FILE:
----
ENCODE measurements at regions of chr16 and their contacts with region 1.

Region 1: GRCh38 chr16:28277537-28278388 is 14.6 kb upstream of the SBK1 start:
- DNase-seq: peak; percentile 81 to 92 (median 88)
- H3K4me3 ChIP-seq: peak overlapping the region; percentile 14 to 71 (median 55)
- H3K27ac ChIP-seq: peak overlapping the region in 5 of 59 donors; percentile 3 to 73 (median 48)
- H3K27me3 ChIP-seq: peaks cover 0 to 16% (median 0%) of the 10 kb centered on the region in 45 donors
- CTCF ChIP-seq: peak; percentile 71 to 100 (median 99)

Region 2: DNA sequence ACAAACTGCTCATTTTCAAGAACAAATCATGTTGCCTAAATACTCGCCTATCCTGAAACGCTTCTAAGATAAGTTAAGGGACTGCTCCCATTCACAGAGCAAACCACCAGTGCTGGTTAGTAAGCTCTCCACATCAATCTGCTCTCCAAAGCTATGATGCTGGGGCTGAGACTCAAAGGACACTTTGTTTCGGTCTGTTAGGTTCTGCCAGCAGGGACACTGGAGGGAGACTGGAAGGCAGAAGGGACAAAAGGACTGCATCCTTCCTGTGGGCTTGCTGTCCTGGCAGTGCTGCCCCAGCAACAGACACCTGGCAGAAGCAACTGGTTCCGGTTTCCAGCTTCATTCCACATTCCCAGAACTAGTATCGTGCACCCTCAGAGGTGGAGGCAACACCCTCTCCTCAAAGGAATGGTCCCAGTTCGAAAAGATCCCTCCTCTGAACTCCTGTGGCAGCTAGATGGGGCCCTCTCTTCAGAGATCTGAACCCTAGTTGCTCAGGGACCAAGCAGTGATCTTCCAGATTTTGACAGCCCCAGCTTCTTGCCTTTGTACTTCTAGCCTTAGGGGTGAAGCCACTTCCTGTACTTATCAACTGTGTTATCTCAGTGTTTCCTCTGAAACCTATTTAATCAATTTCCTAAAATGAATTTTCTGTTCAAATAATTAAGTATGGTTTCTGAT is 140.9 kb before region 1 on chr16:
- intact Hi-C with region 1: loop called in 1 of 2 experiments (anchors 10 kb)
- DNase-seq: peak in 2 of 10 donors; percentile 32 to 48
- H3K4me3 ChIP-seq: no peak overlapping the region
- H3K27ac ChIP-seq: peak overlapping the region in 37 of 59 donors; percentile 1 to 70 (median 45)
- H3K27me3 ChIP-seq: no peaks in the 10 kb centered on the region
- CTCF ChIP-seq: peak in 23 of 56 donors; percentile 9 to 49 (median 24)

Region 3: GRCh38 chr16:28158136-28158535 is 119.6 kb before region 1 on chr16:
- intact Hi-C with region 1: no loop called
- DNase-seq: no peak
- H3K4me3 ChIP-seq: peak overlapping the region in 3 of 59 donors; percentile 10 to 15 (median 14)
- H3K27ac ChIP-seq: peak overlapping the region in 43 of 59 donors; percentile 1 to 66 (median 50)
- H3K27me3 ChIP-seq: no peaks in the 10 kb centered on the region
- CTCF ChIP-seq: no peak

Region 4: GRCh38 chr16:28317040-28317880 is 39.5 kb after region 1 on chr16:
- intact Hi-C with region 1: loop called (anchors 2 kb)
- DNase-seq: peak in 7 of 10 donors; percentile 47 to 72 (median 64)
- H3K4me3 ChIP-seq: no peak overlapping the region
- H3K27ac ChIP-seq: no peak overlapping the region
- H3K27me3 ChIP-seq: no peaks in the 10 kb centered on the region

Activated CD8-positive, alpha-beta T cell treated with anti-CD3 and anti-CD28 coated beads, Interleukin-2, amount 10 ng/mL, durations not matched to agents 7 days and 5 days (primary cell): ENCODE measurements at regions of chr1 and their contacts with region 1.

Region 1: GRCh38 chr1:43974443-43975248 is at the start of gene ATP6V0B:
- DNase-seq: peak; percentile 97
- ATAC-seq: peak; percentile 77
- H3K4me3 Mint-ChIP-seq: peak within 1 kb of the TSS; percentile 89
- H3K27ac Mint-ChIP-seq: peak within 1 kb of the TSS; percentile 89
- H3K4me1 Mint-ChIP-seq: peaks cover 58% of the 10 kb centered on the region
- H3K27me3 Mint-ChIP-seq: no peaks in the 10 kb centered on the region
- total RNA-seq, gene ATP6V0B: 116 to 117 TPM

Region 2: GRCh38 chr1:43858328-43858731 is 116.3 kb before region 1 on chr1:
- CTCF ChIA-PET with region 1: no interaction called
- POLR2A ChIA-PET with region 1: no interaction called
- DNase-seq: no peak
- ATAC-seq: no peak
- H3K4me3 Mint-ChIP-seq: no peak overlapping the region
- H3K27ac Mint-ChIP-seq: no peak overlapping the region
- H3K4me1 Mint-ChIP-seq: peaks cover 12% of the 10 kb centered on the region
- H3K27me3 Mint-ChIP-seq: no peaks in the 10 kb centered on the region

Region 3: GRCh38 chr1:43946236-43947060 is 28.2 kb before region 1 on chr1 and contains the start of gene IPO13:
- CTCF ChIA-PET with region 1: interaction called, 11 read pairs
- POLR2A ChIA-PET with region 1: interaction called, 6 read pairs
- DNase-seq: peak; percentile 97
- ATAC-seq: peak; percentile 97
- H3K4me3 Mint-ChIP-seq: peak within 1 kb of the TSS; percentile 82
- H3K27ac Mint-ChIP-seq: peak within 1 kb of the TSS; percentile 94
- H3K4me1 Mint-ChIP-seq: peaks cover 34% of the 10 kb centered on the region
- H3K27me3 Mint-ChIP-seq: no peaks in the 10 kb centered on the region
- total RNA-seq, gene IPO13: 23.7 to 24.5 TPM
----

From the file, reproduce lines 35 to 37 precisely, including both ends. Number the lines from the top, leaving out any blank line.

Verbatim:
- H3K27me3 Mint-ChIP-seq: no peaks in the 10 kb centered on the region
- total RNA-seq, gene ATP6V0B: 116 to 117 TPM

Region 2: GRCh38 chr1:43858328-43858731 is 116.3 kb before region 1 on chr1: